If you earn a decent income and don’t qualify for subsidized care under the ACA, you may find yourself looking at individual or family insurance plans. After you get over the sticker shock — it can easily run $1,000 or more for a family of four to get a plan with low deductibles — consider getting a bare-bones plan that protects you from complete disaster, but does little else. You’ll pay for most routine medical attention, though being with your plan may entitle you to discount rates.
These plans may have a $10,000-$20,000 deductible. (I know!) That is money you’d be smart to set aside in a savings account, so it’s there if you end up needing it. You may save so much in premiums that you could sock that money away — and if you’re lucky, end up keeping it if you stay healthy that year. I know writers who’re paying $300 and less for these self-employed health insurance plans.
Here’s something that can take some of the sting out of getting a high-deductible plan — many plans will allow you to sock some of that money away in a tax-sheltered HSA. I highly recommend choosing a plan with an HSA feature, if you can. You can then pay medical expenses that aren’t covered by your plan from the HSA account.
How’s that help? If your family is allowed to put $6,000 a year in an HSA and your tax bracket is 20 percent, that’s deposit is subtracted from your gross income — and you save $1,200 on your tax bill. I’ve been using HSAs for years…just wish they would let me put in even more.
You may be able to obtain freelancer health insurance at lower rates for your family, and any employees you may have, by applying for it through your business. (Yes, you’ll need to be a legit, registered business.) Check out the federal Small Business Health Options Program, for one. Your state may have other alternatives.
In my state, you need at least two people working in the business to qualify for these plans, but rules vary, as insurance is a state-regulated industry. When I cost-compared last year, the rates were worse on the business plans for me than they were for an individual/family plan, but it’s worth checking, as rates change each year.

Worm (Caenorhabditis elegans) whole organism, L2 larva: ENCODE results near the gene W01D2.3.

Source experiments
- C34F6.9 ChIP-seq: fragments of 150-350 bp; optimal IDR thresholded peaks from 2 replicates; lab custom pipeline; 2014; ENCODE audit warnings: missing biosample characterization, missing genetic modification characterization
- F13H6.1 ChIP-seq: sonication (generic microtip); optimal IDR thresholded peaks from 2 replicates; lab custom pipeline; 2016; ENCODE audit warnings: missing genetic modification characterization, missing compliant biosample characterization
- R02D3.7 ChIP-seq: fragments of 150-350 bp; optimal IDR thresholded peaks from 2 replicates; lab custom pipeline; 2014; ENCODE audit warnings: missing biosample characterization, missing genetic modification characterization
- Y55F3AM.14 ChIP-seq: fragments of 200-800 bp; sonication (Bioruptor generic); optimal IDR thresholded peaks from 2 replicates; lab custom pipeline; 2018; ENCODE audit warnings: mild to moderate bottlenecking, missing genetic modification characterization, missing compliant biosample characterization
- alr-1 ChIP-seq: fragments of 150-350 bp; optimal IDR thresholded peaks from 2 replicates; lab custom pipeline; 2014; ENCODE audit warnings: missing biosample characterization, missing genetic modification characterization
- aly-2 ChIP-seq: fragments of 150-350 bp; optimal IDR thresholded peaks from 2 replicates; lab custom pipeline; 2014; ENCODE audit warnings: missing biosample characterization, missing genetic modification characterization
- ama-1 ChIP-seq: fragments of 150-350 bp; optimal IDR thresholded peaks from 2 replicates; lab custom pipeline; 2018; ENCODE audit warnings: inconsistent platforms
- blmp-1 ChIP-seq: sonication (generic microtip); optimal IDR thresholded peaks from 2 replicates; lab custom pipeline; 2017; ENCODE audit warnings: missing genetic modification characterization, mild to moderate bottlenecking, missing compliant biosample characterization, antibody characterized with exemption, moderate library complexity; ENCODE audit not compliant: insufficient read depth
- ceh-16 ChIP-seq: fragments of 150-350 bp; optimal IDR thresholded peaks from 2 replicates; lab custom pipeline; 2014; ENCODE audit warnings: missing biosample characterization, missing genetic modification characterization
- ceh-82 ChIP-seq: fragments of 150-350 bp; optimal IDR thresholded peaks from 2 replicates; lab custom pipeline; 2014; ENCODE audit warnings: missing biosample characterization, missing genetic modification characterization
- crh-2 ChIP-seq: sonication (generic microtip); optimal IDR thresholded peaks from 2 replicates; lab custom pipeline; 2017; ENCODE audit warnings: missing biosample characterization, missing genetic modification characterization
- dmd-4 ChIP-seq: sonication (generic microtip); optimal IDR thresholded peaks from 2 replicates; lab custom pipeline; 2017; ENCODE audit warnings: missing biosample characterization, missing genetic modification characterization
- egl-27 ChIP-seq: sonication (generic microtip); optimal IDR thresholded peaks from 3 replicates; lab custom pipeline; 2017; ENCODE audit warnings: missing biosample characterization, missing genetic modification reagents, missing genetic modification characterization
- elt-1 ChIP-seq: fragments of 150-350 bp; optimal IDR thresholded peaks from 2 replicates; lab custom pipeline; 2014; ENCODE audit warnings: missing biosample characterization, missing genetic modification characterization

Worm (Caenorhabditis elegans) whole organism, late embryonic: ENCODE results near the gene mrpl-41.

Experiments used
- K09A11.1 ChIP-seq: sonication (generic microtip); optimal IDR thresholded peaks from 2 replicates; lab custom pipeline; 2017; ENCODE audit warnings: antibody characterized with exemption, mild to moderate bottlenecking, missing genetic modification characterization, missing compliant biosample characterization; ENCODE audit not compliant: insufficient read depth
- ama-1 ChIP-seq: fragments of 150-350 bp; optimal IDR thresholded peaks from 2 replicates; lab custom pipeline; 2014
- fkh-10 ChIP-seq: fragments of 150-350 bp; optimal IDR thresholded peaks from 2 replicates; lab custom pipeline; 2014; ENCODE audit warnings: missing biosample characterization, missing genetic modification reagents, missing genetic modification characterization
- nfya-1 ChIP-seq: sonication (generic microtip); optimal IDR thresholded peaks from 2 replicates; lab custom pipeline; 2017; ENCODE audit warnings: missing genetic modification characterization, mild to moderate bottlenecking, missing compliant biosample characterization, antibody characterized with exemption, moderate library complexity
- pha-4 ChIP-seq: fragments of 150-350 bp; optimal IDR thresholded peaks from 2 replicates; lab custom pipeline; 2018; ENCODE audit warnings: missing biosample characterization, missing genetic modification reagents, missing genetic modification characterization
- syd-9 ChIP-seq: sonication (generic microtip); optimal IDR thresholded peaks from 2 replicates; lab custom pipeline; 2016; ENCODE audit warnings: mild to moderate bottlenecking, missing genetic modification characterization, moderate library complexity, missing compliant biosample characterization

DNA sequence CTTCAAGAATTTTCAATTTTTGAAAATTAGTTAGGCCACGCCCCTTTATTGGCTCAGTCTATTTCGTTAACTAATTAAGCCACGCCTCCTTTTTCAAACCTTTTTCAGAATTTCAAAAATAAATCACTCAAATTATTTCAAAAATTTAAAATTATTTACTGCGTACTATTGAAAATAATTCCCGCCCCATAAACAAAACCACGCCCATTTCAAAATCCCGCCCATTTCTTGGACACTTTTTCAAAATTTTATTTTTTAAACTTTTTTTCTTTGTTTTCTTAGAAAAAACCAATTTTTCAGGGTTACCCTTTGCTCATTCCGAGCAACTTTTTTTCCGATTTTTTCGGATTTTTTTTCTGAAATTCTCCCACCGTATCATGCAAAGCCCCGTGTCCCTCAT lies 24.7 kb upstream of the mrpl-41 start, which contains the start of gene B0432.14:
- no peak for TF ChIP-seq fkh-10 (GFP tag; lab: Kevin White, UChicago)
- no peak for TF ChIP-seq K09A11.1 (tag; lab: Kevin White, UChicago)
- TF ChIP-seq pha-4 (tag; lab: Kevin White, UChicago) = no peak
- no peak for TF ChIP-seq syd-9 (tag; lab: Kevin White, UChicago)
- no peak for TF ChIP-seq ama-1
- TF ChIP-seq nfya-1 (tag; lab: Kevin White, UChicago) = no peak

Some religious denominations are trying to step into the breach and offer low-cost healthcare on a pool-your-money basis. Everyone pays a modest monthly premium based on ability to pay, and then those who need get their bills paid out of the pool. The Alliance of Healthcare Sharing Ministries might be a place to start looking into this — the Alliance says a half-million people are now enrolled in this model.
The catch: There’s no absolute guarantee here your bills will get paid — you appeal to the group for assistance. It’s not insurance, but a cost-sharing scheme that could well be a low-cost alternative, if you’re okay with a degree of uncertainty in the mix.
You might think you make too much to qualify for Medicaid, but that might not be the case. Many states offer expanded Medicaid options with less stringent income requirements. Check with your state to see if this is available.
If you’re rolling in dough — or have few assets and aren’t worried about losing them all — you can consider being a cash customer. Paying cash in full when you receive medical services can often earn you a discount off the retail price of up to 30 percent if you’re savvy enough to ask for it.
Visit the doctor a lot? This is an emerging physician model that’s might be worth checking out. For a low monthly rate — think $79 a month or so — you get all-you-can-eat visits. This angle doesn’t take care of hospital, pharmacy, or other medical costs, but it could be a money-saver on the doctor side.
Can You Write Off Health Insurance if Self Employed?
As a self-employed individual, you may be able to deduce your premiums paid for medical, dental, and long-term care coverage for yourself, your spouse, and your dependents. The policy can also cover your kids who are under the age of 27, even if they aren’t your dependent. You cannot take the self-employed health insurance deduction if you’re eligible for coverage under a plan from your employer (e.g. you’re a part-time freelancer still working a regular job) or your spouse’s employer.
Learn more about the self-employed health insurance deduction on the IRS site.
Putting it all together
Yes, self-employed health insurance options are a bit complicated for freelancers to navigate. You might want to combine several of the ideas above to help keep your healthcare costs down. There are many options. That’s why you should start learning about your alternatives so you can make an informed decision.
One note: The open enrollment period in November/early December isn’t the only time of year you can get health insurance! If you have a life event such as getting married, adopting, or losing your job-related coverage, you may be able to enroll in the off-season. So if you move into freelancing months from now, you may still be able to get into a plan at that time.
I’m not going to lie here: Freelancers can get coverage — but self-employed health insurance costs. Depending on your family size and situation, maybe a lot. It can be a bit of a shock, if you’ve been at a company that picked up all or most of the premiums. This is one reason freelancers need to earn high hourly rates — you have costs you didn’t have as an employee.
My personal advice, as the child of an insurance salesman? Don’t go uninsured. You’ll be at risk of losing everything if you have a medical crisis.
How have you gotten self-employed health insurance for freelancers? Leave a comment and share.